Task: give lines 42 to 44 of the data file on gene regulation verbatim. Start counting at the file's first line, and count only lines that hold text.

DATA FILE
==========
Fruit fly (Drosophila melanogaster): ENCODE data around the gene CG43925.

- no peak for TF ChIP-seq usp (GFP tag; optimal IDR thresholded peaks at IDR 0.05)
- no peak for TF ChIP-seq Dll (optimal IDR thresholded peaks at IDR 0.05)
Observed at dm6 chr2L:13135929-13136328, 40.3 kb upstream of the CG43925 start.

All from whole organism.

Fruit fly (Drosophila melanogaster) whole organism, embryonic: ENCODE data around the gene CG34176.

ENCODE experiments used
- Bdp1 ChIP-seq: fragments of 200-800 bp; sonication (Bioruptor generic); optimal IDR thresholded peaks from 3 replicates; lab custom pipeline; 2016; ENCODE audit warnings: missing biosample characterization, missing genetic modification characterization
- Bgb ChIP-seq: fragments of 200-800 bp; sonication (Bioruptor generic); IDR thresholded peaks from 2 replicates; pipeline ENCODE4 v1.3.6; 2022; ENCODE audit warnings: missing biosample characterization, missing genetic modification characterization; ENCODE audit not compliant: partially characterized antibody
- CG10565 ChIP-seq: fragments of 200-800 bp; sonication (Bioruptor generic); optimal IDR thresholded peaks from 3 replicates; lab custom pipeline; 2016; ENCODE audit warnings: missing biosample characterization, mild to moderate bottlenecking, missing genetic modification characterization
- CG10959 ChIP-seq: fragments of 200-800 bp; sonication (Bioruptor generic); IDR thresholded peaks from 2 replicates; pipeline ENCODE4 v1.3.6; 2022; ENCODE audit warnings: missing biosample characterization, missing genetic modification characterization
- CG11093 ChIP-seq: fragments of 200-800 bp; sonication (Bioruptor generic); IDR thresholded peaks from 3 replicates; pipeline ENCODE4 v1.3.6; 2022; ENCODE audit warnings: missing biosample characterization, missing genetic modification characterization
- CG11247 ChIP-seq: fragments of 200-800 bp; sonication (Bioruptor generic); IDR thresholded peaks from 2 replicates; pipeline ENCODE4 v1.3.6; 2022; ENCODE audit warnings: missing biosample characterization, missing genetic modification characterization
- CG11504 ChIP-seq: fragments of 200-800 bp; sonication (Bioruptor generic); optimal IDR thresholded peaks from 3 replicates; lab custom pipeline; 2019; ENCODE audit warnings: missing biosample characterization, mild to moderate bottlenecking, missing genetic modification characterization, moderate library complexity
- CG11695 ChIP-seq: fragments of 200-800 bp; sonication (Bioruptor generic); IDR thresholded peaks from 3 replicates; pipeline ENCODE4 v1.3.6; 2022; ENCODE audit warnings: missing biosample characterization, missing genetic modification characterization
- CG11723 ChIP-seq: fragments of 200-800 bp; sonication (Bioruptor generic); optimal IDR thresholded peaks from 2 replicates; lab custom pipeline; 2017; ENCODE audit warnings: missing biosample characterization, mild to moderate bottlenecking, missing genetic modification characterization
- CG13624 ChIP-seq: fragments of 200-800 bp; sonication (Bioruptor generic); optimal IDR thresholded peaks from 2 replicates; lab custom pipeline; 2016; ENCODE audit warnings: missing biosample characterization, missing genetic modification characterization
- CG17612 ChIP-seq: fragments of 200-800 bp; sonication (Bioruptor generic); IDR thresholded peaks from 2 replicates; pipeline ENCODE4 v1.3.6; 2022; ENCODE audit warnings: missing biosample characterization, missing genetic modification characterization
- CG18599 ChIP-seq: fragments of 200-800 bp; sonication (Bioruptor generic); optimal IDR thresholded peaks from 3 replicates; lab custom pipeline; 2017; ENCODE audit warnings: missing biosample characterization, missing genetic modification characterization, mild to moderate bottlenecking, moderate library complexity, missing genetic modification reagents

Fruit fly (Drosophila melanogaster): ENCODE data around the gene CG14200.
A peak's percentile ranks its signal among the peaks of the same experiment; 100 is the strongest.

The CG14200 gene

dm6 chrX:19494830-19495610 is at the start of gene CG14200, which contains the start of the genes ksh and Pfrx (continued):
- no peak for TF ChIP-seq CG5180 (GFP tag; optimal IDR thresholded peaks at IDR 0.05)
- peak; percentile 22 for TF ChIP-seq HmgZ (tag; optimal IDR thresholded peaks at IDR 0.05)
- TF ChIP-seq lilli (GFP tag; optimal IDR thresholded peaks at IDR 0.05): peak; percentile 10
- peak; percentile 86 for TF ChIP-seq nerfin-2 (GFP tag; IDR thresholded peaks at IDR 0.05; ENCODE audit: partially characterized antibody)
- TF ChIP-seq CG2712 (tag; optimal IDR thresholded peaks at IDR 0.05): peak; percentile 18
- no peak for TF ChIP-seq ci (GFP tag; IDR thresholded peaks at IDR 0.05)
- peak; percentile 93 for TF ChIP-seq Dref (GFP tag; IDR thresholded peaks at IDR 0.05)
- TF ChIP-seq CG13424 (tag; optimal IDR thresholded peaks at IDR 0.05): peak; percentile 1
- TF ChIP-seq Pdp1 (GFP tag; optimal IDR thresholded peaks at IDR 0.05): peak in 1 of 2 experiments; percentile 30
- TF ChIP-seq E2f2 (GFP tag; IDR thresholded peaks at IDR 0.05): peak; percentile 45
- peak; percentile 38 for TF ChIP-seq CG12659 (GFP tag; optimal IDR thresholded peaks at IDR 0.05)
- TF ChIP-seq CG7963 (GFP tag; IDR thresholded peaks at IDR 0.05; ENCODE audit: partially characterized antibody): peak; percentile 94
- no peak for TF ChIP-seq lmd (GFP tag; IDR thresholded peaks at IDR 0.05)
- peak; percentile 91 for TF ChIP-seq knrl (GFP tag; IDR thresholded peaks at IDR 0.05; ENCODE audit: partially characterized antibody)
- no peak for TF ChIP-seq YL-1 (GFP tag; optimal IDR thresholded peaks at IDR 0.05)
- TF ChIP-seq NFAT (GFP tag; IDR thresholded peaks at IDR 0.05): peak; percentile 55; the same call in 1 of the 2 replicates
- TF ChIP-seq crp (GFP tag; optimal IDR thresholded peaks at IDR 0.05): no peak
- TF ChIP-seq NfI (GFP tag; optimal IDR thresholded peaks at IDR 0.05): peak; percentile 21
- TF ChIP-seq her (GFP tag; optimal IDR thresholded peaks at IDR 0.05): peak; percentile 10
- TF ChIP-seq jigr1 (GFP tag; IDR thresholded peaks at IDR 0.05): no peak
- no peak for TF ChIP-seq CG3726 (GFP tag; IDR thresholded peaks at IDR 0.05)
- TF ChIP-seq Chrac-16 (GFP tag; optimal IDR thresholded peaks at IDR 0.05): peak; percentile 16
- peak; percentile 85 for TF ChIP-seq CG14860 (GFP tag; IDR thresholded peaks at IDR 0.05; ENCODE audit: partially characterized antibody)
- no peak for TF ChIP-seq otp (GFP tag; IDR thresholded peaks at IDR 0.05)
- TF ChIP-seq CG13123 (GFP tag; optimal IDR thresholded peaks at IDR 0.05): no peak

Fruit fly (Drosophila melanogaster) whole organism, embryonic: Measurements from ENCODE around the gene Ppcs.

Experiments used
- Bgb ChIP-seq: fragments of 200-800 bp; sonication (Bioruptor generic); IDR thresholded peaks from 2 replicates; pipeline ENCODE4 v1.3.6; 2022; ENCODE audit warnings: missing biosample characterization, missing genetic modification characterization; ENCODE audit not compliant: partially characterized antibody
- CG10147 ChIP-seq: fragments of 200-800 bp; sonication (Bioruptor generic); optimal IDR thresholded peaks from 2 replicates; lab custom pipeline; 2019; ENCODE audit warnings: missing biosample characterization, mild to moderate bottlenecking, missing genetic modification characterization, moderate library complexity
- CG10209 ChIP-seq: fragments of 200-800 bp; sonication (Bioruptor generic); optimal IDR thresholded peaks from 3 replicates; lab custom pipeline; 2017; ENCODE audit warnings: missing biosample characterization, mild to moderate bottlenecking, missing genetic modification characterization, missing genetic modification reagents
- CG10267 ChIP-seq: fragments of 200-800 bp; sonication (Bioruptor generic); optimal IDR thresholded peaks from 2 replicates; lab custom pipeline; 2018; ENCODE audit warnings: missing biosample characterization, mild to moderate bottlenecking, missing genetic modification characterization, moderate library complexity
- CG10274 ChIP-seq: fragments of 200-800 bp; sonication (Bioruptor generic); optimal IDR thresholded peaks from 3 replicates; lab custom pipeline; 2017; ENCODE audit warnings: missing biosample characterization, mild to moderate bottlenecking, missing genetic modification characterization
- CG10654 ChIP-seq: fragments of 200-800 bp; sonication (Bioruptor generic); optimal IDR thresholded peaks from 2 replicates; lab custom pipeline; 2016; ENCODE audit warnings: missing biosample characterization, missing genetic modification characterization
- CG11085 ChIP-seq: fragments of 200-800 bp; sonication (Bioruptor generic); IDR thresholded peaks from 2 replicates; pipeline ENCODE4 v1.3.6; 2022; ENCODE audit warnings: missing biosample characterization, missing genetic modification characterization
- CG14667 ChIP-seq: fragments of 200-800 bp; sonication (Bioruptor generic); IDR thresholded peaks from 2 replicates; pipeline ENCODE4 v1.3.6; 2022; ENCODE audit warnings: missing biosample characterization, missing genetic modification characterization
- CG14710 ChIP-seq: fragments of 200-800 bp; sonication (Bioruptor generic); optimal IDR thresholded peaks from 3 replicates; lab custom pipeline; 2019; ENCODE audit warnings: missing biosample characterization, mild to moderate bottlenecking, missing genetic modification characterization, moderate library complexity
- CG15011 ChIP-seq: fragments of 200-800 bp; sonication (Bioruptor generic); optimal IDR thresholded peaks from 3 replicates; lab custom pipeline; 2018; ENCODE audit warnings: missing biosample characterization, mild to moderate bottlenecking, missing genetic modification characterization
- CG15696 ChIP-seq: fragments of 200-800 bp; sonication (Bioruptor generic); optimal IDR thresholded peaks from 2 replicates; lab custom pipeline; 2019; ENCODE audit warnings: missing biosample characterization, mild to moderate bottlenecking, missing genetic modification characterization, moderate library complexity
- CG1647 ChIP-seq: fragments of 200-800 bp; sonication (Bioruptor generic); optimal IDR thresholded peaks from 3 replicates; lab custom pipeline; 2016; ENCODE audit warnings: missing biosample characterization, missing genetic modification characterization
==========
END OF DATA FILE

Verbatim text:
- TF ChIP-seq her (GFP tag; optimal IDR thresholded peaks at IDR 0.05): peak; percentile 10
- TF ChIP-seq jigr1 (GFP tag; IDR thresholded peaks at IDR 0.05): no peak
- no peak for TF ChIP-seq CG3726 (GFP tag; IDR thresholded peaks at IDR 0.05)